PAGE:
An appreciation of Grace Cavalieri’s new collection, With.
Grace Cavalieri is a dynamo — poet, playwright, reviewer, essayist, anthologist, publisher, interviewer, broadcaster (“The Poet and the Poem,” from the Library of Congress), and more — the “more” includes memoirist with the publication, in 2015, of Life Upon the Wicked Stage.
The dynamo doesn’t slow down. “Work is My Secret Lover” she titles one poem: “Work / takes the palm of my hand to kiss / in the middle of the night / It holds my wrist lightly and feels the pulse.” The poem could serve as an epigraph of Cavalieri’s literary life.
Her new volume of poems, modestly titled With (Somondoco Press) — though the title poem is anything but modest in form — is Cavalieri’s 39th book; her first, a collection of poetry, Why I Cannot Take a Lover, was published by the then-new Washington Writers Publishing House nearly 40 years ago. Over these years, her poems have cast a wide net — lyrics, narratives, dramatic works such as Pinecrest Rest Haven, a novella in verse, and single-character poems like “Anna Nicole.” And this says nothing of her plays.
Those who have been reading Cavalieri’s works like I have will recognize her voice in With, especially in the poems of memory. They “record” episodes from childhood (Trenton, New Jersey), of family (Italian), of raising children, of her long marriage to Navy pilot and sculptor Ken Flynn, and his death several years ago.
These episodes have significance for the poet, and they often hold our attention: Their charm is in the warm narrative tone and their unadorned clarity, what James Wright called “the pure clear word.” However, they are not “breakthrough poems”; unlike a good deal of modern poetry, the reader/listener here is not called upon to participate in creating meaning, to make their way through the ambiguous or elliptical.
Here are lines from a handful of such poems: “Across the street from Gray’s on the corner / was a record store, and once I asked my father for $5.00 / to buy an album of Carmen Cavallaro / playing on the Piano” (“Gray’s Tea Room ”); “My Aunt Mamie bought it from the Italian store, / A block of paper mache-meat, wavy too.” (“Tripe”); “In my grandmother’s restaurant, I am 10, waiting for my mother to finish tables. / A customer smiles at my straight black hair and shiny bangs.” (“Being Japanese”).
But there are numbers of poems in this collection that take us out of our comfort zone, poems in which we cannot sit back but have to actively participate in creating their meaning. They are not anchored to memory or episode but often compel our attention by exploring what they’re about. Or they excite our attention with compelling lines and tropes that the poet doesn’t try to (or perhaps cannot) decipher.
Take the opening of “Invisible Bridge”: “This is someone else’s story I thought. Writing about physical beauty.” The poet is working through an argument in which the poem is exploring itself. “It’s all in this poem / now being written…”
There are many poems in With that are captivating because they require us to stay with the poem itself, not just with the story the poem is reporting. “Locator,” for example: “I don’t know why love works. Yet it’s / undefinable, every line of it hand tooled // like a finely wrought page. / …Why do you torture me for explanations? I only know love is the bed of gold we lie on.”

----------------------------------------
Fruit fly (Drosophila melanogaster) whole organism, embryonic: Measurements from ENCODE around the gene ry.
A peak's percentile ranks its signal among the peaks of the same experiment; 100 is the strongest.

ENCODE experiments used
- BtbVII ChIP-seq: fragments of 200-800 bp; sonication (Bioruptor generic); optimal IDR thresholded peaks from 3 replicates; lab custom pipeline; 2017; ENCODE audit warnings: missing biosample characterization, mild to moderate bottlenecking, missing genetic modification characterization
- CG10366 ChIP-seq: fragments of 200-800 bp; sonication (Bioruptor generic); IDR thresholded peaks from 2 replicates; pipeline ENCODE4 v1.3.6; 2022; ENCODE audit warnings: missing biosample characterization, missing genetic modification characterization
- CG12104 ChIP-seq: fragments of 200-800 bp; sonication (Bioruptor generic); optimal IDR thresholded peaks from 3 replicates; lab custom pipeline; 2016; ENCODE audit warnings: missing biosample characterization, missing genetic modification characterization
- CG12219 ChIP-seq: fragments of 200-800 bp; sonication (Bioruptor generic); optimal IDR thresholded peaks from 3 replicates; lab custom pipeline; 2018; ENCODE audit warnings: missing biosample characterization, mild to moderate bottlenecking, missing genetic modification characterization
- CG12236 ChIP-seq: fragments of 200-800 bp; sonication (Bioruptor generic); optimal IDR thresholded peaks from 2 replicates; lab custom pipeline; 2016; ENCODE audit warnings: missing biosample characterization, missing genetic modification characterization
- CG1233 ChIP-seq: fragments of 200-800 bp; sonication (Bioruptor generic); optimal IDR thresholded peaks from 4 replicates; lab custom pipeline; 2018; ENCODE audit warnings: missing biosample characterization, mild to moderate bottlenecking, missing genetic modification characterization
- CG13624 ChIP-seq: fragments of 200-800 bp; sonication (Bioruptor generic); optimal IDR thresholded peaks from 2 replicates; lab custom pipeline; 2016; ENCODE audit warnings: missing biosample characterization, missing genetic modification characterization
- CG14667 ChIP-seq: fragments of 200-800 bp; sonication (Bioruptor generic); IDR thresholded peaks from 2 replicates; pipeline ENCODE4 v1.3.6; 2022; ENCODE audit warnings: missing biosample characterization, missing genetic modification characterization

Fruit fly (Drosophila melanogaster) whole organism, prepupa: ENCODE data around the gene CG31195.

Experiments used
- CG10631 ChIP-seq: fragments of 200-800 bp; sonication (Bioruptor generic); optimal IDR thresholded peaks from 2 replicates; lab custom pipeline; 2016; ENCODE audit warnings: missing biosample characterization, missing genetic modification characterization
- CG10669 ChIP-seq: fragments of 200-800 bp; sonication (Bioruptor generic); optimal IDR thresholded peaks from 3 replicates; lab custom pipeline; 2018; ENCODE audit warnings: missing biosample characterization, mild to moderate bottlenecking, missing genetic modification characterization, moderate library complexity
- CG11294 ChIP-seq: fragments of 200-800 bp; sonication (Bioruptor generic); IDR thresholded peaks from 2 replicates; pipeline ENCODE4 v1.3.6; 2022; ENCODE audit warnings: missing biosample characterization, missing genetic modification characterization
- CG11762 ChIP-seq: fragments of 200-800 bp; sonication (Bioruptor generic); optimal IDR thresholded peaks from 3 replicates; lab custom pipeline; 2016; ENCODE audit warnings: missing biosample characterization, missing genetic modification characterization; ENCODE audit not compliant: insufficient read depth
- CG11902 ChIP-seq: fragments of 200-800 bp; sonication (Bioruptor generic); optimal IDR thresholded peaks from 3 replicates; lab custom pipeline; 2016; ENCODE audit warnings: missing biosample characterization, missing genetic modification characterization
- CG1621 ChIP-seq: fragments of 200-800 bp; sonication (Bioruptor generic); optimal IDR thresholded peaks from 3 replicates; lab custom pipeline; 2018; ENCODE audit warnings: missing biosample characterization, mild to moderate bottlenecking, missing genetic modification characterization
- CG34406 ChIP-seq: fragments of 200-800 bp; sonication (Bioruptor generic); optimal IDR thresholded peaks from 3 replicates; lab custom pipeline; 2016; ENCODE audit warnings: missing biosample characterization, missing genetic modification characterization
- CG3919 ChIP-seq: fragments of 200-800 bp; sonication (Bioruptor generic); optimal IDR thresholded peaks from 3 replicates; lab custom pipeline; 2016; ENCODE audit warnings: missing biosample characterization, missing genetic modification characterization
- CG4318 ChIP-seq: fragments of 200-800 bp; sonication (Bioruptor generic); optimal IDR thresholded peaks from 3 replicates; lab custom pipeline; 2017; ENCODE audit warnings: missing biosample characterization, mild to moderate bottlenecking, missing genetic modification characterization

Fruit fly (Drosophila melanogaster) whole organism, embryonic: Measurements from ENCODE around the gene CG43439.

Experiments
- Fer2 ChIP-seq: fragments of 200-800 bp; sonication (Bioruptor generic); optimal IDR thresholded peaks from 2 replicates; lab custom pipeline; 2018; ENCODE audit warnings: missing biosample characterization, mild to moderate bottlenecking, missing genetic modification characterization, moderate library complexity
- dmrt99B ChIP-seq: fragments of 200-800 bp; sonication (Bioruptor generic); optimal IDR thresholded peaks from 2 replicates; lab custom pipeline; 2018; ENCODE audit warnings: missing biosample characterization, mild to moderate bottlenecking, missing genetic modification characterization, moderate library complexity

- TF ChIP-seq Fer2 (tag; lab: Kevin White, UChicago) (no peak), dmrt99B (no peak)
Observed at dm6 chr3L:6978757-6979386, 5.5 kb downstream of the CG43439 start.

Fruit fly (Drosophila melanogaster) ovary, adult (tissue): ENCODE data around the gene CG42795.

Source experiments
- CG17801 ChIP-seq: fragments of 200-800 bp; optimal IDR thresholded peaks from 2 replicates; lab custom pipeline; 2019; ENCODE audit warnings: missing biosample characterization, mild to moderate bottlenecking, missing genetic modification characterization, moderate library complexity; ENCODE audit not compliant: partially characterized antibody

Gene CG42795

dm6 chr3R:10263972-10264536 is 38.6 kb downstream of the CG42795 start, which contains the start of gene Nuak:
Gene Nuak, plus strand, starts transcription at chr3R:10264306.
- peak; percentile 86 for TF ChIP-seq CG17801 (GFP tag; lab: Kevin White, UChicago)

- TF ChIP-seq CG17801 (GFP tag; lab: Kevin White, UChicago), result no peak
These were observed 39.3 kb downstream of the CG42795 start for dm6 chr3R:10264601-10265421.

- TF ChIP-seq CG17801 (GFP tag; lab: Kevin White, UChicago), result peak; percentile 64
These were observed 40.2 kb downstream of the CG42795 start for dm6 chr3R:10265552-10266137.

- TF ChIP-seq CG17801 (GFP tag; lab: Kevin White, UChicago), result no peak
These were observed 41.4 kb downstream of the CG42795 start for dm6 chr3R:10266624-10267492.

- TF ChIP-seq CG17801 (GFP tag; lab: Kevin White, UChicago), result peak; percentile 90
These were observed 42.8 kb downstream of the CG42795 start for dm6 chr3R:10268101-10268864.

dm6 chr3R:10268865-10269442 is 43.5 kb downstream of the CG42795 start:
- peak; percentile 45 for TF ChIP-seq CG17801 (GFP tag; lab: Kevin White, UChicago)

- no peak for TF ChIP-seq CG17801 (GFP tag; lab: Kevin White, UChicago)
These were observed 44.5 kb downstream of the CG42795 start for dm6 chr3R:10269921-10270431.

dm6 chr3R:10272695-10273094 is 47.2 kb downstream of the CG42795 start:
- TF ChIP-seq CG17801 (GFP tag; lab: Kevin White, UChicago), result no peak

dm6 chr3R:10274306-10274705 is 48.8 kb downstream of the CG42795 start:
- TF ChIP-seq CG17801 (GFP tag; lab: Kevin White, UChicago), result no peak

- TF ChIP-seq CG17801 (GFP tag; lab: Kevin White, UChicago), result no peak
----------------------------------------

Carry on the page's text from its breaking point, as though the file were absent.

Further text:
The stunning work of this book is the title poem, “With,” an 11-page masterpiece that is collage-like and excites by the juxtapositions of its unnumbered sections, 24 of them that range in length from one line — “You were the red dish in London” — to more than 30. Louis Simpson, in his short poem “American Poetry,” wrote, “Whatever it is, it must have / a stomach that can digest / Rubber, coal, uranium, moon, poems. // Like a shark it contains a shoe.”
Though “With” is lacking sharks and uranium, it is a striking American poem — its sections move abruptly from one fragment to another, from the elegiac to the banal to the memory and back as though the poem were a continuous present. Here’s an example from one section: “This grief, / what / do you think of it?” Then the most ordinary if not the seemingly banal:
We have to pack up everything by noon,
all the garbage out.
Did you forget the frozen steaks?
And why run the dishwasher with so much more?
Get the stray cats out —
Find the ointment that was downstairs…
The technique of composing a long poem of fragments of memory, of conversation, of rumination, of the daily detritus, of indefinite pronouns, of elegy, is hardly new. As different as T.S. Eliot’s Wasteland is from William Carlos Williams’ Paterson, they use collage.
Grace Cavalieri has done this in her own distinctive way and voice, peopling the sections with recognizable subjects and themes, but not beholden to their more standard forms. “With” is a breakthrough poem, compelling in what the poet has done with form, and at the same time enriching the surrounding poems.
Merrill Leffler is publisher of Maryland-based Dryad Press.